That's being cautious. Other people may have cut buddleias down right
to ground level and had them shoot - I don't know if that works, and
whether it works on some ages of plant and not others. E.g. you can
kill a seedling or old oak or ash by doing that, but ones older than
a year or two and not yet old will sprout from the stump (coppicing).

That differs from things like bay, which DOES shoot from the roots.
Renovating an old one is done by removing the stem entirely, and it
can be almost impossible to remove :-)


Regards,
Nick Maclaren.

Chris Green 07-03-2020 06:32 PM

Pruning Buddleia
 
Chris Hogg wrote:
On Sat, 7 Mar 2020 16:02:46 +0000, Jenny M Benson
wrote:

I looked on the internet for advice about pruning buddleia because I
thought a family member had not pruned hers hard enough - she had left
one main stem about 3' high and thinner stems abhout 1'-2'. I said I
*thought* she should take all stems back to the lowest new sprouting and
she said there hadn't been any when she pruned, but there is now.

However, this is what I read at the first site to come up:

"...cut all of the branches back to the ground in early spring ..." then
"...stems should be at least a foot tall. Stop pruning once your stems
are about a foot in length..."

Unless there is a crucial difference between a "stem" and a "branch"
this seems to be totally contradictory, but what, then, is the
difference? If a "piece of growth" is cut back to the ground where is
there a stem which is to be left at a foot long?

Please can someone yay or nay to cutting all the existing "lengths of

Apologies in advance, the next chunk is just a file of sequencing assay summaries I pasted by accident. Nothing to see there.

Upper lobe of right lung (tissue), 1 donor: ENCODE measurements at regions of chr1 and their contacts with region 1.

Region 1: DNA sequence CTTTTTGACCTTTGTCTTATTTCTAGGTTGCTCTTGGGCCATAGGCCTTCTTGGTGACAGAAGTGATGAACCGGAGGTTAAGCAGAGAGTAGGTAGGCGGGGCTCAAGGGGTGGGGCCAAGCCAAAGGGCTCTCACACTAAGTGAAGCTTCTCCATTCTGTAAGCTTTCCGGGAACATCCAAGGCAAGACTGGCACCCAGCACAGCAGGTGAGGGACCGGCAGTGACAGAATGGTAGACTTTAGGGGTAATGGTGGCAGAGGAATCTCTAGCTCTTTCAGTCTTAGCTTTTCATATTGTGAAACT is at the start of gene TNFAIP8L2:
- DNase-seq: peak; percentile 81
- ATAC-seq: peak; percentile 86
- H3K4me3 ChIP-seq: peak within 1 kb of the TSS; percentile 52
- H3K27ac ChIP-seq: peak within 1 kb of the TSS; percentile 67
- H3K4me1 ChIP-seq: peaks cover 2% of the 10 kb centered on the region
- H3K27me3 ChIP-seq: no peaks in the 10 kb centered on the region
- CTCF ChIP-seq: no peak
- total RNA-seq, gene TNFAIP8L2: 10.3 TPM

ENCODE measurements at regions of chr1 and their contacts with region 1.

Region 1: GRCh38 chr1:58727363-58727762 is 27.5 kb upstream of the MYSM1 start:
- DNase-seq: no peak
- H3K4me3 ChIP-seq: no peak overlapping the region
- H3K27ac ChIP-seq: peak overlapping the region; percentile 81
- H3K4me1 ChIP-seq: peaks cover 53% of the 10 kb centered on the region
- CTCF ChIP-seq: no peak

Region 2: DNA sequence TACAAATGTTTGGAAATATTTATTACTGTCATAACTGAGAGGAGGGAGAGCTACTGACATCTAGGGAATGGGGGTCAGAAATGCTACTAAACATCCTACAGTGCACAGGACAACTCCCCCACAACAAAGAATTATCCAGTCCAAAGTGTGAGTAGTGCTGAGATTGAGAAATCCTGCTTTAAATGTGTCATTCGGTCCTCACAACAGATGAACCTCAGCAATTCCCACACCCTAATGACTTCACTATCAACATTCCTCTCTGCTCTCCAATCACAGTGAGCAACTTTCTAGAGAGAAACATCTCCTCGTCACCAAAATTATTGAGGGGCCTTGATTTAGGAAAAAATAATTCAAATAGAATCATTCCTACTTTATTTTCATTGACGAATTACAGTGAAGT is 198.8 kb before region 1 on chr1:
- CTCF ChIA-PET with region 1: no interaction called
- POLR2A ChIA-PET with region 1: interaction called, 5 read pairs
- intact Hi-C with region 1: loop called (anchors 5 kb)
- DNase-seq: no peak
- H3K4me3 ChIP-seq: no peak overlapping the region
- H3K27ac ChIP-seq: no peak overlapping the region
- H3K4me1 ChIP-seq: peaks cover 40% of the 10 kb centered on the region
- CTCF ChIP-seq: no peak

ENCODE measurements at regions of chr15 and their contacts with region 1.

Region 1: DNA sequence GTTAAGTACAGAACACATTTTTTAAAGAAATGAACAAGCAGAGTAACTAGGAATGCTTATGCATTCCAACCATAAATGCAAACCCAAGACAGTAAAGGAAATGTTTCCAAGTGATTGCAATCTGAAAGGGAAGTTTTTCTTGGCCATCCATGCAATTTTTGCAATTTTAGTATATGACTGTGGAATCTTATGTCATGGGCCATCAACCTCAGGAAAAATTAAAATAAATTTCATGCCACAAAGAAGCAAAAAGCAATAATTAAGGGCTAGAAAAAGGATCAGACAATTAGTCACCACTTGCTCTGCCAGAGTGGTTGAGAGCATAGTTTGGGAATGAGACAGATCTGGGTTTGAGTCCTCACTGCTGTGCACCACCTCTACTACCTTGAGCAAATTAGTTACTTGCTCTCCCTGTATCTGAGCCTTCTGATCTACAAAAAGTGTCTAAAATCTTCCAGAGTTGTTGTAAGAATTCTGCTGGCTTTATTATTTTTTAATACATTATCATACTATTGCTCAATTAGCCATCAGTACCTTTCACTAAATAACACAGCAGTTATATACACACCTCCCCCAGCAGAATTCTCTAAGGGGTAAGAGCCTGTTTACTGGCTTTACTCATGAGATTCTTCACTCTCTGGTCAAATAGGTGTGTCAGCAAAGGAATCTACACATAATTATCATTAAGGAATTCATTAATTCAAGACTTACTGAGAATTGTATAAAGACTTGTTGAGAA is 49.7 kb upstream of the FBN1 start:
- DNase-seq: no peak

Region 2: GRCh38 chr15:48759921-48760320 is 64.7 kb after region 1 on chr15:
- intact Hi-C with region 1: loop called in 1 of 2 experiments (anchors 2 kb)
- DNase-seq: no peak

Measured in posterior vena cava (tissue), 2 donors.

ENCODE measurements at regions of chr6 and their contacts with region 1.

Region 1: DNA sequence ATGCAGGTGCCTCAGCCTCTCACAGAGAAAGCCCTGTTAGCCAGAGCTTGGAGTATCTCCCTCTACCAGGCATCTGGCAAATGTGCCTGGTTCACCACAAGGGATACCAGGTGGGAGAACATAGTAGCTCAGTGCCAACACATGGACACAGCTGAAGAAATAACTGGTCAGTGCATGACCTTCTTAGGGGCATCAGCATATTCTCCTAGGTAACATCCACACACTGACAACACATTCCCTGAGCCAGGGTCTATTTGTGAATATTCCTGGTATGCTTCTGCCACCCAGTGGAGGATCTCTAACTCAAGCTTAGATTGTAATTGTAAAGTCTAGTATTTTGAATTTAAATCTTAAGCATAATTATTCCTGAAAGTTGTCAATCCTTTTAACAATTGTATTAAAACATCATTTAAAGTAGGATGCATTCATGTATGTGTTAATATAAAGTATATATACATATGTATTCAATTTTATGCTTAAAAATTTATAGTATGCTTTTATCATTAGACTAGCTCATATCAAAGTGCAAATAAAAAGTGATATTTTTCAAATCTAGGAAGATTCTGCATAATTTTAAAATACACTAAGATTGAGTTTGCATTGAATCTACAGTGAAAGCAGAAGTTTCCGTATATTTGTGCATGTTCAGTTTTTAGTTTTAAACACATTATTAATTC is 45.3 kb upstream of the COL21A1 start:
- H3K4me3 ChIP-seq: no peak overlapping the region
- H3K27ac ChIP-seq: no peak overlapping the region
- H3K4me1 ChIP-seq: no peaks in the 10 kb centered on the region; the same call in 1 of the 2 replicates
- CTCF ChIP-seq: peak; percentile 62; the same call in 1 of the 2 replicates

wood" back to the lowest buds.


In my experience it doesn't matter very much. Just cut it back to a
couple of feet, give or take a foot, and it will be fine. I don't
think you need to be very particular with buddleia. I certainly wasn't
when I grew them and they regrew and flowered OK.

Exactly! They are indestructible.

--
Chris Green
·

Jenny M Benson 07-03-2020 07:09 PM

Pruning Buddleia
 
On 07/03/2020 16:52, Martin Brown wrote:
It matters more with things where you are growing them for their
ornamental winter stems in which case removing the oldest third and any
crossing branches is a reasonable working scheme.


I wish the people who are paid to do the "gardening" (1) here - Housing
Association property - knew that. They turned up about a month or 2 ago
and chain-sawed along a row of 3 dogwoods which I was gifted last year,
reducing them to a uniform 18". At the same time, *yet again* they gave
the same treatment to my dog rose - despite having been told at least 3
times not to touch it. It now looks *terrible* and I think the only
solution is to take it back to ground level - as someone did before I
came along - and see if it resurrects for a second time.

(1) I hesitate to use the word because they obviously haven't a clue
about how to do real gardening.

--
Jenny M Benson
Wrexham, UK

Jenny M Benson 07-03-2020 07:11 PM

Pruning Buddleia
 
On 07/03/2020 16:23, Chris Hogg wrote:
In my experience it doesn't matter very much. Just cut it back to a
couple of feet, give or take a foot, and it will be fine.


Many thanks to all who responded. Will pass on the advice.

--
Jenny M Benson
Wrexham, UK